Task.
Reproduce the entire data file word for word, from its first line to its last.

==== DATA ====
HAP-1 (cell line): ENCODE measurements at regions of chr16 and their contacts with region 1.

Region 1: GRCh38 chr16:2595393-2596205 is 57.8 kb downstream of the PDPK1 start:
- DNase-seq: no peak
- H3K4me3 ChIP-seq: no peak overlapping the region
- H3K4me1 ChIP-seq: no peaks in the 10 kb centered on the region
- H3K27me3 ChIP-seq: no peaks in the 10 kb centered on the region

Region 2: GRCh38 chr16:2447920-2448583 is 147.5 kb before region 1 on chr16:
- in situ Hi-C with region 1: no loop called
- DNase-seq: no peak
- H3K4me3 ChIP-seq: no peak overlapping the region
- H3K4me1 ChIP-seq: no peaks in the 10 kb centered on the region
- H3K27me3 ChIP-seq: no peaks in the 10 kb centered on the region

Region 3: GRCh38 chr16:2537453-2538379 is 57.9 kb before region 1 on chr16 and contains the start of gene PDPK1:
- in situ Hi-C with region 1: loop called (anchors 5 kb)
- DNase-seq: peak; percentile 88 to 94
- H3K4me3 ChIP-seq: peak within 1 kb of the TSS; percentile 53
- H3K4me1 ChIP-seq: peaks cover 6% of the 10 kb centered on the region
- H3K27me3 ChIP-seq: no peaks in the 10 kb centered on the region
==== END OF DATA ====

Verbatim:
HAP-1 (cell line): ENCODE measurements at regions of chr16 and their contacts with region 1.

Region 1: GRCh38 chr16:2595393-2596205 is 57.8 kb downstream of the PDPK1 start:
- DNase-seq: no peak
- H3K4me3 ChIP-seq: no peak overlapping the region
- H3K4me1 ChIP-seq: no peaks in the 10 kb centered on the region
- H3K27me3 ChIP-seq: no peaks in the 10 kb centered on the region

Region 2: GRCh38 chr16:2447920-2448583 is 147.5 kb before region 1 on chr16:
- in situ Hi-C with region 1: no loop called
- DNase-seq: no peak
- H3K4me3 ChIP-seq: no peak overlapping the region
- H3K4me1 ChIP-seq: no peaks in the 10 kb centered on the region
- H3K27me3 ChIP-seq: no peaks in the 10 kb centered on the region

Region 3: GRCh38 chr16:2537453-2538379 is 57.9 kb before region 1 on chr16 and contains the start of gene PDPK1:
- in situ Hi-C with region 1: loop called (anchors 5 kb)
- DNase-seq: peak; percentile 88 to 94
- H3K4me3 ChIP-seq: peak within 1 kb of the TSS; percentile 53
- H3K4me1 ChIP-seq: peaks cover 6% of the 10 kb centered on the region
- H3K27me3 ChIP-seq: no peaks in the 10 kb centered on the region